The coveted title – part of the Food Manufacturing Excellence Awards (FMEAs) – recognises people who have shown strong leadership over the past year in the food and drink sector.
Clothier fought a high-profile social media campaign last summer to persuade the retailer to restock the cheese-maker’s 40,000 units each week. His David-versus-Goliath struggle won huge online support.
While Morrisons had refused to reconsider its decision so far, Clothier won widespread respect for his determination to stand up to the retail giant and for winning substitute listings for his West Country business.
Under Clothier’s leadership, the firm continues to deliver impressive double digit growth, despite Morrisons’ decision.
He continues to campaign for manufacturers, calling for the Voluntary Code of Practice for the Dairy Industry to be extended to include manufacturers and retailers.
But the Wyke Farms md faces stiff competition from five other charismatic food and drink industry characters.
They are: James Lambert, chairman of Europe’s largest own-label ice cream manufacturer R&R Ice Cream, Mark Allen, chief executive of Dairy Crest, Simon Baldry md Coca-Cola Entreprises, Fiona Kendrick, chairman and chief executive, Nestlé UK and Ireland and John Stevenson, MP and chairman of the House of Commons All-Party Parliamentary Group (APPG) for Food and Drink Manufacturing.
Please vote for the person you think has done most to benefit UK food and drink manufacturing here.
James Lambert, chairman of R&R Ice Cream. Lambert stepped down from his role as chief executive last week, following the completion of PAI Partners’ acquisition of the Yorkshire-based firm from Oaktree Capital Management. Lambert’s business ambition is as simple as it is bold: to build an ice cream enterprise to rival Unilever’s operation in Europe. After a string of well-timed acquisitions and last month’s sale of the business to private equity firm PAI Partners, Lambert is on track to his goal. R&R Ice Cream has been, for some time, Europe’s largest own-label manufacturer. R&R Ice Cream has 3,000 employees and 11 production sites across the UK and Europe. Revenues for the year ending December 31 2012 were about £507M (600M).
Mark Allen, chief executive of Dairy Crest. During his six years leading Dairy Crest, Allen has, in his own words “significantly accelerated” the firm’s journey from its Milk Marketing Board roots to a leaner, brand-focused outfit with impressive sales. The firm’s Cheddar brand Cathedral City was named one of Britain’s top 10 brands, alongside Apple and Marks & Spencer in a recent YouGov survey. As well as being the first firm to sign up to the Voluntary Code for Dairy Practice, Allen introduced a new formula-based system for milk pricing, which proved popular with farmers.
Simon Baldry, md, Coca-Cola Enterprises (CCE). Baldry more than lived up to the goal he set last year as a main sponsor for the London Olympic Games: to leave a lasting environmental legacy, based on the company’s own sustainable growth plans. Under his leadership, CCE established a joint venture with recycling firm ECO Plastics to raise levels of recycled materials in its bottles. The Continuum Recycling facility for polyethylene terephthalate (PET) has sorted more than 250M bottles since it opened last year. His seven targets for CCE’s sustainable growth by 2020 included: reducing the company’s greenhouse gas emissions and water footprint, and raising the sustainability of its packaging.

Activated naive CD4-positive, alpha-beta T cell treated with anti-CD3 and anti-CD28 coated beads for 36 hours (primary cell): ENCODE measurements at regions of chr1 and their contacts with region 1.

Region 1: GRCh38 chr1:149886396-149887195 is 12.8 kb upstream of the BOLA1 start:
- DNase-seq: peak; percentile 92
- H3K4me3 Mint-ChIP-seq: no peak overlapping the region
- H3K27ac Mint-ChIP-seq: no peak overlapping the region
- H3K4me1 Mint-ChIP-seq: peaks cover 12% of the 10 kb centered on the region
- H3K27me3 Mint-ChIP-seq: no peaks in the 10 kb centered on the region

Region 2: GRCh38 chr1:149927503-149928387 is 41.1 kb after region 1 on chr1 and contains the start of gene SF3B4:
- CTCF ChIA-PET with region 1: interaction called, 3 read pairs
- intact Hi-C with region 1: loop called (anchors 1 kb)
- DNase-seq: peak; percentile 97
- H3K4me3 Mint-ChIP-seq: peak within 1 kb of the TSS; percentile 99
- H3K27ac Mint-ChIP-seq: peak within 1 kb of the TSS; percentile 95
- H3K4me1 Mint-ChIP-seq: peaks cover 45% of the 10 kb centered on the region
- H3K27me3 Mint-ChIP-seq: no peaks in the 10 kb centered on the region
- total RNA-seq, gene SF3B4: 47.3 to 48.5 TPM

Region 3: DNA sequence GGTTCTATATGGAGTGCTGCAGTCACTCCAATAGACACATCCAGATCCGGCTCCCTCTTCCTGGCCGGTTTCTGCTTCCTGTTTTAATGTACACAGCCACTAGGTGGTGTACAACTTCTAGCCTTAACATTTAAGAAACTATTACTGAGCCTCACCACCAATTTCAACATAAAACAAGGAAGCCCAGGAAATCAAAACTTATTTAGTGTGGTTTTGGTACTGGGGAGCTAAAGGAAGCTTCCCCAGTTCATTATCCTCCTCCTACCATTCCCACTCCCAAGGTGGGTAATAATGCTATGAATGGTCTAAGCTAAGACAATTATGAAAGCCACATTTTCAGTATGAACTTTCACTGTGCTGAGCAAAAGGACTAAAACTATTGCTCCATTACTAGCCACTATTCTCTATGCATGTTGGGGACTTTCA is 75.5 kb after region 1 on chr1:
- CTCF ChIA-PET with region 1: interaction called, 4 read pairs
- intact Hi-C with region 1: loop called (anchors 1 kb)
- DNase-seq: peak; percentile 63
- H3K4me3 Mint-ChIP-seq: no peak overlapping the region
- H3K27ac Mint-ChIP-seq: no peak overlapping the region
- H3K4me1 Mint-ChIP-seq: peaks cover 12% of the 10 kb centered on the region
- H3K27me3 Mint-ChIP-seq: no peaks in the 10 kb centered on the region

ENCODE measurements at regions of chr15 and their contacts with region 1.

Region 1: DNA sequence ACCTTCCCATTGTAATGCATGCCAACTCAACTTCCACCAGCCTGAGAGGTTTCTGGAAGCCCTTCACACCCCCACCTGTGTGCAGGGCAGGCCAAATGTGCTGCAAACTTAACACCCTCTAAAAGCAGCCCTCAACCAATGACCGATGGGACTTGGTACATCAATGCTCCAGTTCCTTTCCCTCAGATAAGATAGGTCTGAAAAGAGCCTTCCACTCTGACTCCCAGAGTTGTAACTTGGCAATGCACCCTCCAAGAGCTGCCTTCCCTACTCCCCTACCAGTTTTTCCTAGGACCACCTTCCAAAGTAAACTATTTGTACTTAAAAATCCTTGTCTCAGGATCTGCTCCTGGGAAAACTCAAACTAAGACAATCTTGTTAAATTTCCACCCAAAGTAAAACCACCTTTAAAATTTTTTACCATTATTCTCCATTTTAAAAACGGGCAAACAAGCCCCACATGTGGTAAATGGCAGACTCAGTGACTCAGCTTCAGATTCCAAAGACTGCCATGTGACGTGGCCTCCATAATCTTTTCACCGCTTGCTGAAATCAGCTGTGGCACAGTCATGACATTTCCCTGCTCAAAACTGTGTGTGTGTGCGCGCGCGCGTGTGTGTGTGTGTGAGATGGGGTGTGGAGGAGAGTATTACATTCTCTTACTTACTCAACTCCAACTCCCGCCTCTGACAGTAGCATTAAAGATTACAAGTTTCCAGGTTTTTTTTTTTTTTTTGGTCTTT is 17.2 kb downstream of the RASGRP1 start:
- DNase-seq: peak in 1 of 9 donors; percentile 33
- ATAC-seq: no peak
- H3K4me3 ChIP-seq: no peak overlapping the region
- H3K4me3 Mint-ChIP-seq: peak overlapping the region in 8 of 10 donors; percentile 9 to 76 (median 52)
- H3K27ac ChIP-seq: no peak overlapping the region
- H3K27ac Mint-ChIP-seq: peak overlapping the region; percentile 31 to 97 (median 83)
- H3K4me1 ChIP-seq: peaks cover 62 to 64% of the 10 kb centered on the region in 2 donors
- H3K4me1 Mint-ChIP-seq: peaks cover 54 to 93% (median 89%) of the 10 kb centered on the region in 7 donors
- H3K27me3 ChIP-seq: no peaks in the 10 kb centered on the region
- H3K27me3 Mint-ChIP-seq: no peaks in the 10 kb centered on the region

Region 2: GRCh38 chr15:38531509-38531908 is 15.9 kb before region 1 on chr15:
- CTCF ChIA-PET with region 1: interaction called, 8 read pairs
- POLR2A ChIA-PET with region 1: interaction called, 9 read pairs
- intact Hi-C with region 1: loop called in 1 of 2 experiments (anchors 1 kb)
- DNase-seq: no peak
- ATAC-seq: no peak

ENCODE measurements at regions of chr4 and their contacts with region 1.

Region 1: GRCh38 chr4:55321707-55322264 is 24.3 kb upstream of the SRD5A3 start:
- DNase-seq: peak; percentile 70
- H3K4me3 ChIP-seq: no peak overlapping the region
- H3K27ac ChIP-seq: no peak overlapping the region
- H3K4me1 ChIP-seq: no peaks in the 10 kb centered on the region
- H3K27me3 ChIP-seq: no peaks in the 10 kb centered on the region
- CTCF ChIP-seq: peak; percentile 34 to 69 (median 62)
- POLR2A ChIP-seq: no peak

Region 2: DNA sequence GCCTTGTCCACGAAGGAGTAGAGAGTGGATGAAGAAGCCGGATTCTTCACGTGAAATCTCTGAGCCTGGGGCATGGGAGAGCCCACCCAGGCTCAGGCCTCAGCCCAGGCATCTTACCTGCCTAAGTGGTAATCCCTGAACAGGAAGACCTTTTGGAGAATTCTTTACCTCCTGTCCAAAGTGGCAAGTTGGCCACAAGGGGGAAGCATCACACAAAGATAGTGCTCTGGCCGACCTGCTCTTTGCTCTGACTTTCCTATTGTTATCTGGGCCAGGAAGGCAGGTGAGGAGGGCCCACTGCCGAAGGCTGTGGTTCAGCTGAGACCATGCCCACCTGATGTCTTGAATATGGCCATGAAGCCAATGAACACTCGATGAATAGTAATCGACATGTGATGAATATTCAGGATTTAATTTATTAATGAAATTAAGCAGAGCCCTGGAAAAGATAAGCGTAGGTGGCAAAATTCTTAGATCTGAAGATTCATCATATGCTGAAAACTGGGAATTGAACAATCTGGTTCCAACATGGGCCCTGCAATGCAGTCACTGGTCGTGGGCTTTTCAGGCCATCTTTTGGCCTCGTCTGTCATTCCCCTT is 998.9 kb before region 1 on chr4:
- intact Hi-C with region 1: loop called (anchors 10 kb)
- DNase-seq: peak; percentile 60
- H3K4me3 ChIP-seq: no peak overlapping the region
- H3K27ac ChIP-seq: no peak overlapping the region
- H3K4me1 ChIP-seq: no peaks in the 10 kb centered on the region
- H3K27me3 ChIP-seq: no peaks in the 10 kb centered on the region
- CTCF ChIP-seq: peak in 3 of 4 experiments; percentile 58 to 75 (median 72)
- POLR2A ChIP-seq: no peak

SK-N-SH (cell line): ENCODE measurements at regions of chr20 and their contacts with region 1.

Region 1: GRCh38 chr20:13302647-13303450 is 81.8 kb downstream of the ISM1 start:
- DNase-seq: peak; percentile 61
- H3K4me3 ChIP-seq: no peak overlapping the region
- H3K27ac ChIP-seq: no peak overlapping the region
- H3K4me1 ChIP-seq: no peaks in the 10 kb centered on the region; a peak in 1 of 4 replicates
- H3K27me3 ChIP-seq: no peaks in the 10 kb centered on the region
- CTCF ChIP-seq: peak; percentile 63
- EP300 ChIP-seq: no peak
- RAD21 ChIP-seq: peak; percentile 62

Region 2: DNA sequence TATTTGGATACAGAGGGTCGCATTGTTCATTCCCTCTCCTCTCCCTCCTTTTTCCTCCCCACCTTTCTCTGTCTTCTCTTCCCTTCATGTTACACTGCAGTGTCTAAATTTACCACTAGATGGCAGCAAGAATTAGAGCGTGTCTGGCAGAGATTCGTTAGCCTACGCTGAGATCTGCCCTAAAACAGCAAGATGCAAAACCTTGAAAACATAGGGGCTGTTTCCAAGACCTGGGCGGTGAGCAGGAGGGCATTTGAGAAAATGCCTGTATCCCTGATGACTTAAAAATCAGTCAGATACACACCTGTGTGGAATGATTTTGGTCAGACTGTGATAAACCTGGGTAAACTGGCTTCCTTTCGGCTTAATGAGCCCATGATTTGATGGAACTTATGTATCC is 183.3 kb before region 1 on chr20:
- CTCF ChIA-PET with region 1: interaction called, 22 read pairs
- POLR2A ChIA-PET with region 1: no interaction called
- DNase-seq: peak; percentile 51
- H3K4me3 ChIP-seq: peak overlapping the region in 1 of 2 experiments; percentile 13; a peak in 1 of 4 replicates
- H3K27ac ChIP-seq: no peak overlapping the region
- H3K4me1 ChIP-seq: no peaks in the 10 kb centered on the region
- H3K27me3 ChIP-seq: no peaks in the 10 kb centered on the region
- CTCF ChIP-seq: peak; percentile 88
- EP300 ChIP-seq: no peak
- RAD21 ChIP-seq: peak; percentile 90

Fiona Kendrick, chairman and chief executive of Nestlé UK and Ireland. Alongside running Nestlé UK and Ireland, Kendrick has worked tirelessly to ease the birth of Britain’s first accredited food and drink engineering degree. Kendrick prepared the way for the four-year masters, which begins in September 2014 at Sheffield Hallam University in partnership with the Food and Drink Federation (FDF) and The National Skills Academy for Food and Drink. Kendrick hit the headlines when she said few would-be engineers were “willing to really roll up their sleeves” and engage with unskilled and semi-skilled operators.
John Stevenson, Conservative MP chairman for APPG for food manufacturing. Stevenson has long championed the UK’s food manufacturing sector but does not shirk from criticism on occasions. During the past year, he joined forces with opposition Labour politicians in fighting for the government to modify legislation to give the new Groceries Code Adjudicator the power to fine supermarkets when they have been found to have abused their power over their suppliers. As chairman of the APPG, however, he has raised the profile of food manufacturing among fellow MPs and ministers who have traditionally failed to understand its importance.
So, who do you believe deserves to wear the crown? Vote here for your food and drink manufacturing hero.
The winner will be announced at a glittering awards dinner on Thursday November 21 at London’s Hilton Hotel in Park Lane.
Online entry for the FMEAs is both easy and free – and could win your food and drink manufacturing business a wealth of recognition.
For more information, including how to enter, simply download an online entry form from FoodManAwards . Alternatively, contact Rebecca George on 01293 610 422 or at Rebecca.email@example.com .
The closing date for entries is Wednesday July 31 – good luck.
Meanwhile, read how Clothier is using social media to boost Wyke Farms' award winning cheese business in this Big Interview article, first published in the July edition of our sister magazine Food Manufacture.
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